I panicked for a moment and then said, “No problem. I’ll go to one of those 24-hour stores and find something. We can wrap the presents up, and the kids will be fine. “
So, I got in the car and headed for a local store.
I drove into the dark parking lot and saw a sign on the door, “Closed Christmas Eve.”
I drove to another and they were also closed. As was another, and another. For three hours I drove all over the Clearwater, St. Petersburg, Tampa area, and all I could find were occasional gas stations. I did go into one gas station, but I concluded that beef jerky would be a lousy gift.
Nobody was open, and around three in the morning I got back to the apartment emptyhanded.
I couldn’t sleep. What would I tell the kids? They were excited about Santa. Indeed, they’d spent hours talking about Santa, the North Pole, they saw holiday movies, sang songs, and were eager for the day.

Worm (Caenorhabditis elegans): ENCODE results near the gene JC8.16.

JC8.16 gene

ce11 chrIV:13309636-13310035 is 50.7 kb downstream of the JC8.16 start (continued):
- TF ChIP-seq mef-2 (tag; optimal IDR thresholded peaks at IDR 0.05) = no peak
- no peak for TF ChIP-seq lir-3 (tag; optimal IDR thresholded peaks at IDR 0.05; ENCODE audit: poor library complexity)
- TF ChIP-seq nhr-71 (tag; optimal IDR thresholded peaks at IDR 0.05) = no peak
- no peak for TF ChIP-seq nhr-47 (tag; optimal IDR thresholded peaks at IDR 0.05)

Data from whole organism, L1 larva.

I needed a miracle.
So, morning came. Right on cue, the kids were up before anyone else in the house, jumping up and down, and giggling. I decided to give shopping one more chance.
“OK, guys,” I said. “Grandpa and Grandma are still sleeping Why don’t you go and watch TV until they get up? I’ll go to the store and get some bagels for breakfast.” They agreed and sat down in front of the television set.
I headed down to the car with hopes of finding one last store to be open. After all, the signs said, “Closed Christmas Eve” but not on Christmas day. Perhaps something will be out there.
I was right.